If a divided black substance is placed in a glass tube with air, then heated with a bunsen burner the black substance turned red-orange. The total mass of the red-orange substance is greater than the black substance... Is the black substance an element? Is the red orange substance a compound?
I do not understand this question, and I have a drawing to go by....
2 Answers | Add Yours
We are differentiating between an element and a compound. An element is the simplest, purest form of matter where all of the atoms in the substance have the same mass number (number of protons in the nucleus). They can differ only as isotopes (number of neutrons in the nucleus). An example is carbon (C). A compound is a substance that is composed of molecules containing more than one type of element. An example is water (H2O).
When the black substance is heated in the presence of air, it changes color and adds mass. That is likely because the black substance has oxidized due to the oxygen (O2) in the air. Air is almost entirely nitrogen (N2) and oxygen (O2), and nitrogen is highly unreactive. So the substance has been oxidized, or had oxygen atoms added to it (hence the increase in mass). So the red-orange substance is almost certainly a compound since it would contain more than one type of element (whatever was originally present plus oxygen).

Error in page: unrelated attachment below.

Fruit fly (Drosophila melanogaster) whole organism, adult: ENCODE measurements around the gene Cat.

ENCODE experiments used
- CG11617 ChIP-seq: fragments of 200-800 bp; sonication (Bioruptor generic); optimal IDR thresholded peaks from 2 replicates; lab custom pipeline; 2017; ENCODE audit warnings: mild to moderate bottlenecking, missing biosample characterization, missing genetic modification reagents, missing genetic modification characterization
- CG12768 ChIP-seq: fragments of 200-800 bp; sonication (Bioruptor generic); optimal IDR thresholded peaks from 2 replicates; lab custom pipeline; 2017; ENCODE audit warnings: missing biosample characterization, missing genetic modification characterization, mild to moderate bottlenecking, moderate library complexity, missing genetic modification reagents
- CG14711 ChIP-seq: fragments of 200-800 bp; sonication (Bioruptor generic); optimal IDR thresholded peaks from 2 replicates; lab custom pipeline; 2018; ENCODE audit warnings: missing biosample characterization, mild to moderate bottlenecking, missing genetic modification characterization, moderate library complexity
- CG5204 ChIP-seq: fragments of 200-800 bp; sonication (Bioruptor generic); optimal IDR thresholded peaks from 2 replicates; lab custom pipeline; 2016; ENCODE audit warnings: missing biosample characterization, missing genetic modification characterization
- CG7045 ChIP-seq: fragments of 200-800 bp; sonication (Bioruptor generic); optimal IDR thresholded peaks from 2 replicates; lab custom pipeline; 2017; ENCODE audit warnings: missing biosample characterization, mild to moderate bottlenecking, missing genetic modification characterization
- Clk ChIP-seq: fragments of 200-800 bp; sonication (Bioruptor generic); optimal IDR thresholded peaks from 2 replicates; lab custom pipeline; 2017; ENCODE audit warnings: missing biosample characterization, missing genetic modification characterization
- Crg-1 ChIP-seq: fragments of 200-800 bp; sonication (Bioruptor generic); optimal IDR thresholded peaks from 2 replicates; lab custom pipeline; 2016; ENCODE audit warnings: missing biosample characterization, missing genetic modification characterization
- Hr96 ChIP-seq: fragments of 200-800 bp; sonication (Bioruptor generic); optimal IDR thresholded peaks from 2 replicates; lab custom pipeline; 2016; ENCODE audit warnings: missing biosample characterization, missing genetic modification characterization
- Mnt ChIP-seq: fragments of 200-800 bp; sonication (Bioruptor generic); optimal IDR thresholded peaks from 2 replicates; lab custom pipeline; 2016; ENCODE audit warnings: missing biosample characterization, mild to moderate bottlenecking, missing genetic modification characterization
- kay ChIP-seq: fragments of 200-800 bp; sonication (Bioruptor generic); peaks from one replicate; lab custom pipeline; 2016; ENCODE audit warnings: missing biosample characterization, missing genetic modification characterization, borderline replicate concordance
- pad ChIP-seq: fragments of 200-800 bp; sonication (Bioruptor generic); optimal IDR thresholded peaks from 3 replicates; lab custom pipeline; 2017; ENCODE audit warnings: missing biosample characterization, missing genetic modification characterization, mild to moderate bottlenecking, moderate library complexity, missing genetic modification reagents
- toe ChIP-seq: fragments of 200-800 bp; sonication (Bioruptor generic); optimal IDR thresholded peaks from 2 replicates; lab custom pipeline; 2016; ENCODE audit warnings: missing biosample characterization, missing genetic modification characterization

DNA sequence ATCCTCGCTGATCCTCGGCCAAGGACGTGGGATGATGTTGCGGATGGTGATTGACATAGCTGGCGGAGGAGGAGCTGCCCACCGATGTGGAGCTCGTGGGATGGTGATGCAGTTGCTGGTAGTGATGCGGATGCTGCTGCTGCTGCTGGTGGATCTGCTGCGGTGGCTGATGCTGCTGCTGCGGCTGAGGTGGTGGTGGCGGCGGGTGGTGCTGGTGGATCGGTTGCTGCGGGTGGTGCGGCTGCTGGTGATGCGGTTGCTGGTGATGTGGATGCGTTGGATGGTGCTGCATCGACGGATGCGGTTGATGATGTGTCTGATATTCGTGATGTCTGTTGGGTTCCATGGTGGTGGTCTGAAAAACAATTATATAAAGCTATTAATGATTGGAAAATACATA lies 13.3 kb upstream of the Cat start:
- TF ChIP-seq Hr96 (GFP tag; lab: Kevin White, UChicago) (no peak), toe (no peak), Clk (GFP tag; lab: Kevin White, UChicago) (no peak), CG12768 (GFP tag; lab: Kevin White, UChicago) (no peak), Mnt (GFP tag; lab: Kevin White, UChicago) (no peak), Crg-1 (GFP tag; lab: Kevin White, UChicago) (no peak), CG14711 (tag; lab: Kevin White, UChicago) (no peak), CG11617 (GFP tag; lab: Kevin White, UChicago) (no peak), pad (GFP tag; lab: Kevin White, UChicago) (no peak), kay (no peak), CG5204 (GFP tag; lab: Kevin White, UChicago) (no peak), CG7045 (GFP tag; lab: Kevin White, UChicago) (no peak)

As far as the black substance to begin with, I don't think we can say with certainty whether it is an element or a compound. If it were an element, it would likely be carbon (black powdery soot). But oxidized carbon would be either carbon monoxide (CO) or carbon dioxide (CO2), neither of which are colored solids. So I am tempted to say that the powder is a compound but I don't think that it can actually be proven either way.
A black substance that turns red-orange in hot air: that sounds like copper oxide to me. Does the red-orange substance form a blue solution when disolved in acid?
Join to answer this question
Join a community of thousands of dedicated teachers and students.Join eNotes